then you can get exact values by implementing a 16x16 unsigned multiplier where one input is 0xA3D7 and the other input is your 16-bit number. Add 0x8000 to the 32-bit product, and your result is in the upper 10 bits.

In C code, the algorithm looks like this

uint16_t divideBy100( uint16_t input )
{
    uint32_t temp;

    temp = input;
    temp *= 0xA3D7;     // compute the 32-bit product of two 16-bit unsigned numbers
    temp += 0x8000;     // adjust the 32-bit product since 0xA3D7 is actually a little low
    temp >>= 22;        // the upper 10-bits are the answer

    return( (uint16_t)temp );
}
share|improve this answer

Generally, you can multiply by the inverse and shift. Compilers do this all the time, even for software.
Here is a page that does that for you: http://www.hackersdelight.org/magic.htm
In your case that seems to be multiplication by 0x431BDE83, followed by a right-shift of 17.

And here is an explanation: Computing the Multiplicative Inverse for Optimizing Integer Division

share|improve this answer
    
This might work well for assembly level optimisation, but the OPs 'timing' refers to propagation delay through the logic. Multiplication by the numbers expressed here would result in the requirement for a large multiplier, 32x32 which might not be available. – Morgan Jul 17 '14 at 9:37
    
@Morgan: I understand, but I intended this to be a level of simplification toward that goal. Multiplication logic is a lot easier to approximate and optimize than division logic, so if the OP wants to trade off speed for accuracy, it's a matter of manipulating the constant and the right-shift to fit that demand. – Mehrdad Jul 17 '14 at 9:46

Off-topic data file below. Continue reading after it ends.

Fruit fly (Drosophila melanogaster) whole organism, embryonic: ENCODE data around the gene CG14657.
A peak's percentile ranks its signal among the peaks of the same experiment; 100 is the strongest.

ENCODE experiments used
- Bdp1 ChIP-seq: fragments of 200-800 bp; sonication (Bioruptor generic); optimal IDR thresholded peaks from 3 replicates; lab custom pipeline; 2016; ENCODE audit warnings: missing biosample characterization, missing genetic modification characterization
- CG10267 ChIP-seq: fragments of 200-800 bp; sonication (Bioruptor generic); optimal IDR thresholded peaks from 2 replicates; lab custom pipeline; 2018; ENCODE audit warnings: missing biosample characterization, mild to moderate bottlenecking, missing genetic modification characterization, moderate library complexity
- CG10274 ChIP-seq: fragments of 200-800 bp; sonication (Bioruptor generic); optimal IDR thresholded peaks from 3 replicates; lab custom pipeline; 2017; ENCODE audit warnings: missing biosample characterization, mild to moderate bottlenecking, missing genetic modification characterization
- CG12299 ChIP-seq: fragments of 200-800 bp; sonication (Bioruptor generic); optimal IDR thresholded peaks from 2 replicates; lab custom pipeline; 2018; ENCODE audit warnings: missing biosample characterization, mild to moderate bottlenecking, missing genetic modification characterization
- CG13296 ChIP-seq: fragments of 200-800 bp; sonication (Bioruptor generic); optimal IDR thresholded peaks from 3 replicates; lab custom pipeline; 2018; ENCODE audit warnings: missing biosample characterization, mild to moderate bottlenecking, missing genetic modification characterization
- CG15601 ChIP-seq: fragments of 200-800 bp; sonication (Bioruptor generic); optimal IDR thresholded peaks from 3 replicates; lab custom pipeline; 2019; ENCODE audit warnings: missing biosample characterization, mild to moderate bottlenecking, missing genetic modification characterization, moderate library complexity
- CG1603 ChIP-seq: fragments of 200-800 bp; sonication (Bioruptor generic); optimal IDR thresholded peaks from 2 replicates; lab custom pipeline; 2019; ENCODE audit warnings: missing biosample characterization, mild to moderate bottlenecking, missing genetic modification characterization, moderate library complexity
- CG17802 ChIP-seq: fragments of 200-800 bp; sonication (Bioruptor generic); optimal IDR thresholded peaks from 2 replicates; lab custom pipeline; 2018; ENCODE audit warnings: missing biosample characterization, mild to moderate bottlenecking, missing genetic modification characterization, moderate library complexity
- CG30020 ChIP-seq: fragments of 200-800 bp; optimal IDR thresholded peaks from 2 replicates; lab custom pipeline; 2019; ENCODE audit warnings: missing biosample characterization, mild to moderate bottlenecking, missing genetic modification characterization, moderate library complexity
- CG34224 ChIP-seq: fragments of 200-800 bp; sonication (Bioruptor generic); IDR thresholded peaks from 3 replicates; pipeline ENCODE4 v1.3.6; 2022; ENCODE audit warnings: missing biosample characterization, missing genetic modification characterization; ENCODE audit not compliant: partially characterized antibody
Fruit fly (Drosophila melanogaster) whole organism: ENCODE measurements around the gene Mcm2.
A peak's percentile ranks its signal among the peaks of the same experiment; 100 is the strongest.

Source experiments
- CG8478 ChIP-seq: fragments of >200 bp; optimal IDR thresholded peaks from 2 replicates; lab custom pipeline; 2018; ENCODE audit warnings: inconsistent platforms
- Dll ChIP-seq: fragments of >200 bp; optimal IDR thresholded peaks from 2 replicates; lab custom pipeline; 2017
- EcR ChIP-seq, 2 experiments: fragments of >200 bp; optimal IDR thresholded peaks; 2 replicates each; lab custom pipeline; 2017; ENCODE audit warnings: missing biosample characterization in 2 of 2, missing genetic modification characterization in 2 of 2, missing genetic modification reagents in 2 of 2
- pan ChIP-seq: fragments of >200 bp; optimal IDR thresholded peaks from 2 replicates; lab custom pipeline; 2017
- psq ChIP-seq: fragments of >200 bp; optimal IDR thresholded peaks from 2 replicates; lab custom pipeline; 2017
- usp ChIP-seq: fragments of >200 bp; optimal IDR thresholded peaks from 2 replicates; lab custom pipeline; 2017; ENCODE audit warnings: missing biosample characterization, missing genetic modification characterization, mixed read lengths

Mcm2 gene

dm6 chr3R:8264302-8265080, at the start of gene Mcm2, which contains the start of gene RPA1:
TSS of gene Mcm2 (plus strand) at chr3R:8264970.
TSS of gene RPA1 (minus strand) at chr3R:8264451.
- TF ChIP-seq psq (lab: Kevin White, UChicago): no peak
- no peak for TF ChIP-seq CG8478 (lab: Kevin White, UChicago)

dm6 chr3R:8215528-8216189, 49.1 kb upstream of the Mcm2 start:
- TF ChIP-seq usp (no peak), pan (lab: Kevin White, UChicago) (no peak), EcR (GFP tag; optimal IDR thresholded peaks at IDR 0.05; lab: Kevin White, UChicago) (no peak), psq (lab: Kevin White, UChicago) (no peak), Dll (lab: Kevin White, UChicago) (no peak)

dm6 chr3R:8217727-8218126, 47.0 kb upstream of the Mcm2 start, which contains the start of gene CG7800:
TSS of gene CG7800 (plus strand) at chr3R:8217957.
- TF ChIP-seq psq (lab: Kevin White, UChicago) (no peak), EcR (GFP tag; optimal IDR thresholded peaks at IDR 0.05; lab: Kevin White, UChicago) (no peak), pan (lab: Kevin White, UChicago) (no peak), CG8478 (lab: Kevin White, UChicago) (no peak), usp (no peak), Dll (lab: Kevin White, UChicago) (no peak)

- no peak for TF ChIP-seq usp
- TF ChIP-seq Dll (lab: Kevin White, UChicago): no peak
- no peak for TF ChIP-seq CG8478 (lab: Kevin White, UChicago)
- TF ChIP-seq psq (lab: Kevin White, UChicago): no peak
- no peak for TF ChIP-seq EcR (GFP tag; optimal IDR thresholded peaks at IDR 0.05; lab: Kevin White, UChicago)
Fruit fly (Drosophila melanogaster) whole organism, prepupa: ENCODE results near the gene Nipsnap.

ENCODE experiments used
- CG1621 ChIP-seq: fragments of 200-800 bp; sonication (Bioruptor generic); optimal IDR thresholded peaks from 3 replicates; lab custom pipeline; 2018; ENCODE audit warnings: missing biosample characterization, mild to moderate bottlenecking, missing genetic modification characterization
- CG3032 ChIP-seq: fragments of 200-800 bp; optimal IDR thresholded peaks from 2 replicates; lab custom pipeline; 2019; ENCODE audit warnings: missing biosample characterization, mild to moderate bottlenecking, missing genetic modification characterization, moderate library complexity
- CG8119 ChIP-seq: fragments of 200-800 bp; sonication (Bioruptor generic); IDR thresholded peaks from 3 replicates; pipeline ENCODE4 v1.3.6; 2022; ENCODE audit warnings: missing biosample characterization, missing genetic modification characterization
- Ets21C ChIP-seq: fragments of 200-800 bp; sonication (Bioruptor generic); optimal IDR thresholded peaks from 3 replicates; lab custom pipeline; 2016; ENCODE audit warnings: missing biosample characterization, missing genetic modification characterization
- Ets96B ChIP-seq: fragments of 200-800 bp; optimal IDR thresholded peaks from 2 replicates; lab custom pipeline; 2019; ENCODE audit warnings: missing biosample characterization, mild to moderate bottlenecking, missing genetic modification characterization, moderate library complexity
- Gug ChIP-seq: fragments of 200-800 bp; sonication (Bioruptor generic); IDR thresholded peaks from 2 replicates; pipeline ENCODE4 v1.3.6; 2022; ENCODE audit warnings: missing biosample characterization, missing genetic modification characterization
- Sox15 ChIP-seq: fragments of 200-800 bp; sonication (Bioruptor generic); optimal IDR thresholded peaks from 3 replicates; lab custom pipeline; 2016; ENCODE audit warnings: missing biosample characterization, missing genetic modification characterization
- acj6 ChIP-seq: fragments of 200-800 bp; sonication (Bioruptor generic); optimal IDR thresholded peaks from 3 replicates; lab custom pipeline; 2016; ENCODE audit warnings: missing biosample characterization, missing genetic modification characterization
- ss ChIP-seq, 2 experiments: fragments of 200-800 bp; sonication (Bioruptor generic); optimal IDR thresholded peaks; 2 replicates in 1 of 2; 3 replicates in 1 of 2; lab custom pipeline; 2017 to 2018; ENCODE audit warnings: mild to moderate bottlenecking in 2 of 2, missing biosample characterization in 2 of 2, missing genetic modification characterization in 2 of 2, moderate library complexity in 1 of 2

Multiplying by the reciprocal is often a good approach, as you have noted though real numbers are not supported. You need to work with fixed point rather than floating point reals.

Verilog does not have a definition of fixed point, but it it just uses a word length and you decide how many bits are integer and how many fractional.

0.01 (0.0098876953125) in binary would be 0_0000001010001. The bigger this word length the greater the precision.

// 1Int, 13Frac
wire ONE_HUNDREDTH = 14'b0_0000001010001 ; 

input  a         [15:0];    //Integer (no fractional bits)
output result [15+14:0];    //13 fractional bits inherited form ONE_HUNDREDTH
output result_int [15:0];   //Integer result

always @* begin
  result     = ONE_HUNDREDTH * a;
  result_int = result >>> 13;
end

Real to binary conversion done using the ruby gem fixed_point.

A ruby irb session (with fixed_point installed via gem install fixed_point):

require 'fixed_point'
#Unsigned, 1 Integer bit, 13 fractional bits
format  = FixedPoint::Format.new(0, 1, 13)
fix_num = FixedPoint::Number.new(0.01, format )
 => 0.0098876953125
fix_num.to_b
 => "0.0000001010001"
share|improve this answer

Your Answer

 
discard

By posting your answer, you agree to the privacy policy and terms of service.

Not the answer you're looking for? Browse other questions tagged or ask your own question.